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    • How Does a Processor Work?

      How Does a Processor Work?

      A computer processor is commonly referred to as the CPU, or central processing unit of a computer. The processor is the primary component of a computer designed to move and process data. Computer processors are commonly referred to by the speed that the CPU can process computer instructions per second measured in hertz and are

    • EM64T (Intel 64)

      EM64T (Intel 64)

      EM64T (Extended Memory 64 Technology), now known more commonly as Intel 64 or the x64 (that is when including AMD64 too), is a 64 bit superset/extensions that central processing units (CPUs) process. It is widely used in Intel’s processors, including Pentium 4, Pentium D, Pentium Extreme Edition, Celeron D, Xeon, Pentium Dual Core, and Core

    • AMD64

      AMD64

      AMD64 is a set of 64-bit extensions to AMD x86-compatible microprocessors. AMD64 extends the industry-standard x86 instruction set architecture while maintaining full compatibility with existing x86 applications. The 64-bit architecture of AMD64 enables applications to utilize up to 256 terabytes of memory, overcoming the 4 gigabytes limitation of 32-bit processors. AMD64 doubles the number of

    • Checksum Error

      Checksum Error

      In order to understand what a checksum error is, it is important to first learn what a checksum is. A checksum is a redundancy check during a computer’s start up process, which makes sure that the computer’s data is intact and unhampered. The data is scanned and tested for accuracy, either based on how well

    • L2 Cache

      L2 Cache

      L2 cache is the second tier of a multi-cache memory system and provides memory to a processor without delay. An L2 cache sits between an L1 and L3 cache and is generally either 256 KB or 512 KB in size. An L2 cache contains frequently used information and prevents the processor from having to search

    • How to Upgrade a CPU

      How to Upgrade a CPU

      You can upgrade an older microprocessor to a newer one in easy steps. Before going ahead, you should gather information about which new CPU you need and whether your motherboard is compatible with it or not. The compatibility of your new CPU with your motherboard can be ascertained by searching for specific information on the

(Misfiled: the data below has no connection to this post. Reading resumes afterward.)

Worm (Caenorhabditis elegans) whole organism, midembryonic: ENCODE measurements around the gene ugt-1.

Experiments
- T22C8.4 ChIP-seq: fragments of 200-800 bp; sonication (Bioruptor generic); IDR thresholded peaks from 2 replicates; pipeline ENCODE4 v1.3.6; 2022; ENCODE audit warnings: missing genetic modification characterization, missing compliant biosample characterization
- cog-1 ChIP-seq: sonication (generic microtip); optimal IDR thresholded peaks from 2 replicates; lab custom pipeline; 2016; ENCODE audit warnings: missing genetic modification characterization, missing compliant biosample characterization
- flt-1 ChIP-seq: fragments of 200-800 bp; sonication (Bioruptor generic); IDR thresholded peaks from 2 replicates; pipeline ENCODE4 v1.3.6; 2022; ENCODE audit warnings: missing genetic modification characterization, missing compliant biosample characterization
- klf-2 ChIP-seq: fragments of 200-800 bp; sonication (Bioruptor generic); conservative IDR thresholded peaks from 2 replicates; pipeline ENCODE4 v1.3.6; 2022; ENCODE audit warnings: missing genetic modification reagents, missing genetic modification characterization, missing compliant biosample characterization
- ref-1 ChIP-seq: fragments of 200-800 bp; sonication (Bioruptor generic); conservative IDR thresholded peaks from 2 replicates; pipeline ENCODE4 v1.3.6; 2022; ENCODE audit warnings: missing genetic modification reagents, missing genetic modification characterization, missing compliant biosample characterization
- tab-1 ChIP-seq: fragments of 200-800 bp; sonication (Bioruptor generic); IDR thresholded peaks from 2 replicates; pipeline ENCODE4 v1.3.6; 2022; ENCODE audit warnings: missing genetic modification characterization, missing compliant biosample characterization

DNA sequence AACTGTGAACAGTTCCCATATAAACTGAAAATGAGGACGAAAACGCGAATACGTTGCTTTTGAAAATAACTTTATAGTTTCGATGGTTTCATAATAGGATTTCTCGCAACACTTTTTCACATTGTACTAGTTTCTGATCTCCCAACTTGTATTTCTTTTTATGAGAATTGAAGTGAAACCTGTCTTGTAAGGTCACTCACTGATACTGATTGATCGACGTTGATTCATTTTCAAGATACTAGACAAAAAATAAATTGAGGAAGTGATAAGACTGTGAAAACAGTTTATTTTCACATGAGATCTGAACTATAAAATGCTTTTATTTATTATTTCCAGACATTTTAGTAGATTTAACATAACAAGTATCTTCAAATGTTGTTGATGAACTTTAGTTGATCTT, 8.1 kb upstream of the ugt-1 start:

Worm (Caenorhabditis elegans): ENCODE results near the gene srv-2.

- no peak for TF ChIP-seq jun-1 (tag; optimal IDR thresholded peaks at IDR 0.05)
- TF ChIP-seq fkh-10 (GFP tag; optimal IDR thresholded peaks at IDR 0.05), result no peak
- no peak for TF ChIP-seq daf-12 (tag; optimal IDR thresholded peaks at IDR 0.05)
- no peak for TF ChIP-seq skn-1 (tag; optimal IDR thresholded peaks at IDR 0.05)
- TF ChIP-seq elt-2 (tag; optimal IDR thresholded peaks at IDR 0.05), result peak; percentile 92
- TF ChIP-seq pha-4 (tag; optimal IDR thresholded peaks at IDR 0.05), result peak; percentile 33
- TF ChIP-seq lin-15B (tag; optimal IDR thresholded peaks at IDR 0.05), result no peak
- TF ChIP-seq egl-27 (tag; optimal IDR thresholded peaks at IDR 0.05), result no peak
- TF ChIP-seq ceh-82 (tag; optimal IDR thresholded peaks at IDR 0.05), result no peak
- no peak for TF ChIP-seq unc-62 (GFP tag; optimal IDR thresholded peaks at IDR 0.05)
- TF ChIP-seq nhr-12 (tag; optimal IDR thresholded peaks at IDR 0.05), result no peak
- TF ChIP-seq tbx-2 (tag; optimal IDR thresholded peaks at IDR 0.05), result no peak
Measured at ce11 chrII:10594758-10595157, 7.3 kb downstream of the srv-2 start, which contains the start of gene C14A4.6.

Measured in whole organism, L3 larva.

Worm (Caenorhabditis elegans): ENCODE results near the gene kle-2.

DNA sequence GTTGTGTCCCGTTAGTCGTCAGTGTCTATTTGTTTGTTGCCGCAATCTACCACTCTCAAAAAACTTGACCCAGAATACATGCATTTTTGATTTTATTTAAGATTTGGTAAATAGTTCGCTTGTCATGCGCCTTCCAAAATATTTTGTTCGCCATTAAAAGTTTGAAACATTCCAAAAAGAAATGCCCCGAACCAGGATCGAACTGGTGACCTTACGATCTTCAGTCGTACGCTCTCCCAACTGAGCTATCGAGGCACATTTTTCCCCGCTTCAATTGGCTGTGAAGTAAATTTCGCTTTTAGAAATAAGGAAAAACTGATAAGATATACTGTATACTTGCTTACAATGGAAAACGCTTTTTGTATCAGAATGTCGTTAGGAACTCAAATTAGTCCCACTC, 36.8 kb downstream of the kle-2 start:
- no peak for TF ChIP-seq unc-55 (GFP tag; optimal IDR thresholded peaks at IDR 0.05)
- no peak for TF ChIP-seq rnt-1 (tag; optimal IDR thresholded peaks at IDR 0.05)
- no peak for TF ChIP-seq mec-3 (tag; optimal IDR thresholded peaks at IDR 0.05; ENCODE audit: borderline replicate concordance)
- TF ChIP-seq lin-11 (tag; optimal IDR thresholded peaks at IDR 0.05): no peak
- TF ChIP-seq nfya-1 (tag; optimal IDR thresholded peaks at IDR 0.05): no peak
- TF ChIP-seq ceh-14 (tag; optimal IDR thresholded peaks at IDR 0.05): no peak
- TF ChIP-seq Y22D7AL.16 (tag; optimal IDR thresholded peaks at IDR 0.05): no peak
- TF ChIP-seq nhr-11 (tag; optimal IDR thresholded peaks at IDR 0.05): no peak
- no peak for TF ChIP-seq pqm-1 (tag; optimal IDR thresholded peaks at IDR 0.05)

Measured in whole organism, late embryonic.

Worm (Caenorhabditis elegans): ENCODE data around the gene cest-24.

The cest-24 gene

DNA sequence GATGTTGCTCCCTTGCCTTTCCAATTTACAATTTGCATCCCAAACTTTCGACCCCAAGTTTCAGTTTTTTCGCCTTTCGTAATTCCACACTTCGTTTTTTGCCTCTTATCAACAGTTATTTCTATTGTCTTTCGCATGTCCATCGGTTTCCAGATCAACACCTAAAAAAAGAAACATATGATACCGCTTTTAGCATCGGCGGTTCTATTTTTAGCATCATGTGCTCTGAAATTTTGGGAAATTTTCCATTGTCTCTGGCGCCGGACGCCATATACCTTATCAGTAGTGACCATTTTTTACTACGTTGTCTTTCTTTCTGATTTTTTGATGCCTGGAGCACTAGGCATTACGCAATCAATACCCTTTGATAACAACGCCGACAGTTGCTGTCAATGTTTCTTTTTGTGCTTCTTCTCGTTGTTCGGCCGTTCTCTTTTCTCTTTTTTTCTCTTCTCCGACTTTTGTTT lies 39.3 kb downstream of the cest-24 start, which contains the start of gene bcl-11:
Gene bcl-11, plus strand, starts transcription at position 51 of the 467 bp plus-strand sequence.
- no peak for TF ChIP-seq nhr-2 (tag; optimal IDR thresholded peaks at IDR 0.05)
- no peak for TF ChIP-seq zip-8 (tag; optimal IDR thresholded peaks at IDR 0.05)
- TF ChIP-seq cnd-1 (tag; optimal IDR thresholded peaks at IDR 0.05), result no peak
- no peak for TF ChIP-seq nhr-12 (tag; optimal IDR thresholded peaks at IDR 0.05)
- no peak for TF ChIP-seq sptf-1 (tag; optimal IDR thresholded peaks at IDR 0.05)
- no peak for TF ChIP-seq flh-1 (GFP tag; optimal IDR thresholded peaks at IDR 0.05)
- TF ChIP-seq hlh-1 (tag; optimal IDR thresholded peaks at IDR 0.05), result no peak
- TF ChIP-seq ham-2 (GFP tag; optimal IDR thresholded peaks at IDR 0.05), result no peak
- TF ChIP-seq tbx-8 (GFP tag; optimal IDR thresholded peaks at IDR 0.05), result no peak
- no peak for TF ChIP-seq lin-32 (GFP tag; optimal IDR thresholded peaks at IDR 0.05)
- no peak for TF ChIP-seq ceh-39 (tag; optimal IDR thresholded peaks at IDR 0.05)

• Pentium

      Pentium

      The Pentium family of processors is the current generation of CPU's for personal computers from Intel. Pentium processors trace their heritage all the way back to the original Intel 8088 CPU used in the original IBM-PC in 1981. Intel renamed the 80586 processor Pentium because of the difficulties of trademarking numbers. This was a move

    • L1 Cache

      L1 Cache

      The L1 cache refers to the first tier in a computer processor’s memory cache system that increases the speed at which the processor delivers results to the user. The L1 cache sits between the processor and the computer’s RAM (Random Access Memory) and stores the user’s most accessed data in order for the processor to

    • How to Monitor CPU Temperature

      How to Monitor CPU Temperature

      Excessive heat damages electronics. Monitoring CPU and other computer components’ temperature help them run properly. To make the most of monitoring software, users must ensure that ACPI functionality is enabled in their motherboard BIOS. Why CPU Temperature is so Important When the first affordable PCs were offered to the general public in the early 80’s,

    • Hyper-Threading

      Hyper-Threading

      Hyper-Threading technology is a technique that enables a single CPU to act like multiple CPUs. A CPU is made up of many smaller components. At any given time, one of these components might be busy, while the other components are waiting to be utilized. Hyper-Threading enables different CPU parts to work on different tasks concurrently.

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